Fears grow over Iran’s influence in Lebanon after Hezbollah, Amal cabinet move
BEIRUT: A decision by Hezbollah and the Amal Movement to end the Lebanese Cabinet boycott has led to speculation that Iran is taking steps to control Lebanon’s political system.
Lebanese Forces MP Ziad Hawat said, “The order came from Tehran, so the ‘disturbance duo’ decided to free the Cabinet meetings. These are the repercussions of external negotiations.
He added: “The ‘disturbance duo’ has pledged the country to outside will. But the legislative elections are approaching and the time for reckoning has come.
The two parties announced on Saturday that they would attend cabinet meetings after a three-month boycott.
The decision came as a surprise to many and had a positive impact on the exchange rate on Sunday.
Reacting to the announcement, Prime Minister Najib Mikati said he would convene a cabinet meeting as soon as the finance ministry forwards a draft budget.
He added that the decision “aligns with his repeated personal calls for everyone to participate in taking national responsibility in a way that preserves the national compact, especially in these critical times the country is going through.”
Mikati’s office noted the need “to establish a recovery plan to start the negotiation process with the International Monetary Fund”.
Some political observers said the two parties face a political stalemate and popular pressure accusing them of escalating crises.
The legislative elections are approaching and the two parties “want to absorb popular resentment before the date of the said elections next May”.
Other observers linked the two sides’ decision to “regional developments regarding the Vienna talks”.
They believe that “the decision to disrupt Cabinet meetings served an external agenda, particularly Iranian, and that they may have ended their boycott to show flexibility in the complicated negotiations”.
The two parties said in their joint statement on Saturday: “We announce our agreement to participate in Cabinet meetings to approve the national budget and discuss the economic rescue plan, and everything related to improving the living conditions of the Lebanese people. “.
They claimed that the decision came “following the acceleration of events and the escalation of the internal political and economic crisis to an unprecedented level, with the collapse of the Lebanese pound exchange rate, the decline of the public sector and the collapse of incomes and incomes of citizens”. purchasing power.”
Hezbollah and Amal also mentioned in their mutual statement that their boycott was due to the “unconstitutional steps taken by Judge Tarek Bitar in the Beirut port explosion case – the flagrant violations of the law, the flagrant politicization, lack of justice and lack of respect for normalization”.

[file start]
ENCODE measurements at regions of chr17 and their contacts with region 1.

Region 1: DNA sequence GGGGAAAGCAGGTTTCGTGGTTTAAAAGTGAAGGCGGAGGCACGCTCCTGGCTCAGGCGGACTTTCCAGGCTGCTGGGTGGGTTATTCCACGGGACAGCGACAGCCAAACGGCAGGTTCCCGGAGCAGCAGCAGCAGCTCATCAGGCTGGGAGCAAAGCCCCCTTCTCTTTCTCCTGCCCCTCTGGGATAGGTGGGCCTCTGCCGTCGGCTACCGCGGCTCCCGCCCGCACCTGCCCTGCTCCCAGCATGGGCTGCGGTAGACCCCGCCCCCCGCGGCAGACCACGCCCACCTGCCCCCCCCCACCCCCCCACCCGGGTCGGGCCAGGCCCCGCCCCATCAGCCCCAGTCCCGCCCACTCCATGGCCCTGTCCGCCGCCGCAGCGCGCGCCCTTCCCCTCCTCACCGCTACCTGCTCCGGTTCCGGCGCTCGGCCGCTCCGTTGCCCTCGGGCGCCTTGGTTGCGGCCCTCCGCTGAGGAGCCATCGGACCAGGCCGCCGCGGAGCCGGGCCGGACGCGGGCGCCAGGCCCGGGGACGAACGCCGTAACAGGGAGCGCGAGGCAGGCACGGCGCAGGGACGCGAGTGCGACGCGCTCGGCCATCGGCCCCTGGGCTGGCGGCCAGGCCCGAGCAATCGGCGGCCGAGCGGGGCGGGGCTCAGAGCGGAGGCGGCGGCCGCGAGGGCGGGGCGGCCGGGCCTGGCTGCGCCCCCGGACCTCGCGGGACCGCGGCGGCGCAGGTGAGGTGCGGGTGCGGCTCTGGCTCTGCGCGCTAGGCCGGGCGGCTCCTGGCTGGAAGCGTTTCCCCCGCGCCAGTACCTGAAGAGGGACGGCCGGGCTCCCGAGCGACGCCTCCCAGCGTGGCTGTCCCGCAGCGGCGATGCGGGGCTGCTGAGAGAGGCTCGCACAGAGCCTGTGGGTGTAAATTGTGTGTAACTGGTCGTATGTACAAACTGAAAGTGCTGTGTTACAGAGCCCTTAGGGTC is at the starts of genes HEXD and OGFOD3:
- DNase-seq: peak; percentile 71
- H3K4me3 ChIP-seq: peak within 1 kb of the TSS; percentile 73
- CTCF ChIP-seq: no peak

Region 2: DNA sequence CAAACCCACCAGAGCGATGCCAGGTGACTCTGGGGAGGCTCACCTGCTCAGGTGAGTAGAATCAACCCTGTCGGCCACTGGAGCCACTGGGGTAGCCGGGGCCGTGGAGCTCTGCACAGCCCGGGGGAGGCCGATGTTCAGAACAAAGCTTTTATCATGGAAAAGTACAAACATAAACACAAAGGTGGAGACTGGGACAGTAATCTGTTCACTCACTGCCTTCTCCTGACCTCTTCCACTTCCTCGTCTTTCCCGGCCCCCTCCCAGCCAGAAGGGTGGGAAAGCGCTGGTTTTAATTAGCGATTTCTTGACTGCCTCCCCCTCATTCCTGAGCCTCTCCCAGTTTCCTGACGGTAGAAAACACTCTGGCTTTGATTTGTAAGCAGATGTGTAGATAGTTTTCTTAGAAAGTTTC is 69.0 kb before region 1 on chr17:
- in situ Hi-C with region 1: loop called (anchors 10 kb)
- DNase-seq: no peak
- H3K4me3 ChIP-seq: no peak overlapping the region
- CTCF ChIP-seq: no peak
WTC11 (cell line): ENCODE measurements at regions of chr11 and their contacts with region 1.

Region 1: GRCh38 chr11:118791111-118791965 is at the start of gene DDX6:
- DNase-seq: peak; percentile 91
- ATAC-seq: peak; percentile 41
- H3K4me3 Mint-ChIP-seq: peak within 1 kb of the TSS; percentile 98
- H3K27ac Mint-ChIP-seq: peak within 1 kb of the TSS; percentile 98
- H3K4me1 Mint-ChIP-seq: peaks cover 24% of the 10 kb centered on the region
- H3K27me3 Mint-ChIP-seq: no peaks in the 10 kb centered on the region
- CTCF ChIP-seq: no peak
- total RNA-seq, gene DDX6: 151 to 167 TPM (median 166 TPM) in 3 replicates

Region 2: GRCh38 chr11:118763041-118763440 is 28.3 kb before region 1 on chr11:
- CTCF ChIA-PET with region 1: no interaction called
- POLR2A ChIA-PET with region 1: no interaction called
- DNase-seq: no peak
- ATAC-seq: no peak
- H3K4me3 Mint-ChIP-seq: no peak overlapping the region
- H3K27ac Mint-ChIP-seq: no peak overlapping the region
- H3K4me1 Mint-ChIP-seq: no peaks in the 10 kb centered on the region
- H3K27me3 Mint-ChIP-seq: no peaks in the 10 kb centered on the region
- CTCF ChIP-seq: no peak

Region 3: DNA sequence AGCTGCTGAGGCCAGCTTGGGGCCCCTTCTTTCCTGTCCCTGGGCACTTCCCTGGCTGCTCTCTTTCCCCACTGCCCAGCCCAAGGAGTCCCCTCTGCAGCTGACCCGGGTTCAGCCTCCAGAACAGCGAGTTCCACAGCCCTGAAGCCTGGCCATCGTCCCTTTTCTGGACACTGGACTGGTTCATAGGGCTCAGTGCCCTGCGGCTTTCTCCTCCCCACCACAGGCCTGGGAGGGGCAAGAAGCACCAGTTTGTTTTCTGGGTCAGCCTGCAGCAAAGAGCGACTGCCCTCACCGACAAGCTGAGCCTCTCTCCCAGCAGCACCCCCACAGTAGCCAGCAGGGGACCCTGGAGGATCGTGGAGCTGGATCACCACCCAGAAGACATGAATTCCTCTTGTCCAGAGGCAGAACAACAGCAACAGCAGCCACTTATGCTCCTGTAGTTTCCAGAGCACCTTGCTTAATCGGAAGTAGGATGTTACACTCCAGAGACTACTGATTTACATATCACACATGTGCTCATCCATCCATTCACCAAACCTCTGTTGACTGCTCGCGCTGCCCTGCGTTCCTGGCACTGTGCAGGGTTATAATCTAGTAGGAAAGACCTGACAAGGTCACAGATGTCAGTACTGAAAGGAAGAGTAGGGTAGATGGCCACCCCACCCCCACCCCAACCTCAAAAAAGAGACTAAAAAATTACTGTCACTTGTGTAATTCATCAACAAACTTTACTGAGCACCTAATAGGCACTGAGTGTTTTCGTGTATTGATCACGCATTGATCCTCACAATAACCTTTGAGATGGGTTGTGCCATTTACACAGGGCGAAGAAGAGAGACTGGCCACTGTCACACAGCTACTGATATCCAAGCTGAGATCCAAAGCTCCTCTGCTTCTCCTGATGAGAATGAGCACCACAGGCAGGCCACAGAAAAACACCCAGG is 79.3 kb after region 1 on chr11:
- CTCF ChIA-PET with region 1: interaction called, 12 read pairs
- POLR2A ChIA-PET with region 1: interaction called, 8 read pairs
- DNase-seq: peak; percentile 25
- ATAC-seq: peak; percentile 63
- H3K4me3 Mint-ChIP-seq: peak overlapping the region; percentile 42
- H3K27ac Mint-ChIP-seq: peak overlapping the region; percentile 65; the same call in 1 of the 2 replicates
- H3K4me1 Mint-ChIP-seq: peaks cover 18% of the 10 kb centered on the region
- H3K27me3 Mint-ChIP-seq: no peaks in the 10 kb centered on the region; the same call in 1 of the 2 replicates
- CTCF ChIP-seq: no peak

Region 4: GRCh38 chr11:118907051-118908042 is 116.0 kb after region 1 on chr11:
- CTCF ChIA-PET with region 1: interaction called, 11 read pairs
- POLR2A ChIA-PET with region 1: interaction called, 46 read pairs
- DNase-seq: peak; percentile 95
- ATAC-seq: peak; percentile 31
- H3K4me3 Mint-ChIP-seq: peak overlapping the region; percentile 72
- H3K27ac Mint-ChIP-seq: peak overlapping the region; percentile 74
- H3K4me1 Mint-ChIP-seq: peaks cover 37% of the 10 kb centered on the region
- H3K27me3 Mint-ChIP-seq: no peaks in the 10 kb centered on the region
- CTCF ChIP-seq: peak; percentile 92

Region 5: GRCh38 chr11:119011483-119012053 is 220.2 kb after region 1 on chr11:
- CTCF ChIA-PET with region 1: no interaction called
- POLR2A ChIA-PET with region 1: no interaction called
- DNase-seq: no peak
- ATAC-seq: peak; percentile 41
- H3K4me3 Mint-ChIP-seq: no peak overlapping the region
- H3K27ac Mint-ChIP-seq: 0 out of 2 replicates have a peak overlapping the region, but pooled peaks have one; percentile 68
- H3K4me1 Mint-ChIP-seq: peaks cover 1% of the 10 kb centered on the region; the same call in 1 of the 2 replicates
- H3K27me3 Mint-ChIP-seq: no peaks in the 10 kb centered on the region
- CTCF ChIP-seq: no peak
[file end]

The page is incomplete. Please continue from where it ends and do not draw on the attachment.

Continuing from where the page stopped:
Instead of Bitar presiding over the case, both sides have called for a parliamentary panel to look into the matter.
This demand, however, has yet to be carried out, as the prime minister has refused to “interfere with judicial operations”, with his party strongly supporting Bitar.
Phalange Party MP Samy Gemayel said Hezbollah and Amal “believe they owe us a favor by ending the boycott”.
He added: “They paralyzed the country for a year to form the government they wanted and they boycotted it to prevent justice from prevailing in the ‘crime of the century’.
“It is the Lebanese people who pay the price. There is no work, no electricity, no heating, no bread and no medicine,” Gemayel said.
He added: “Accountability for humiliated people will be obtained through elections.”
In his Sunday sermon, Maronite Patriarch Bechara Al-Rahi commented on the latest developments regarding the Cabinet sessions.
“In the democratic system, procedural authority must operate in accordance with the powers given to it by the constitution, without being subject to any unlawful pressure or condition,” he said.
He warned against “resorting to the disruption of legislative and presidential elections – scheduled for next October – for suspicious personal purposes.
“The disruption of the Cabinet, the political escalation, the continued provocation, the use of justice to undermine opponents and the reversal of priorities reassure neither the Lebanese people nor the brothers and friends of Lebanon.”
Internet services were interrupted in Lebanon on Sunday due to diesel shortages, adding another essential service to the list of victims of the country’s economic crisis.
The Energy Ministry, however, flatly denied a report by Israel’s Channel 12 headlined “Washington Approves Deal to Supply Israel’s Gas to Lebanon.”
The ministry said that “the gas supply agreement between the Lebanese government and the Egyptian government clearly stipulates that the gas must come from Egypt, which has large quantities of gas.
“This gas will go through Jordan and then to Syria, which in turn will benefit from it.”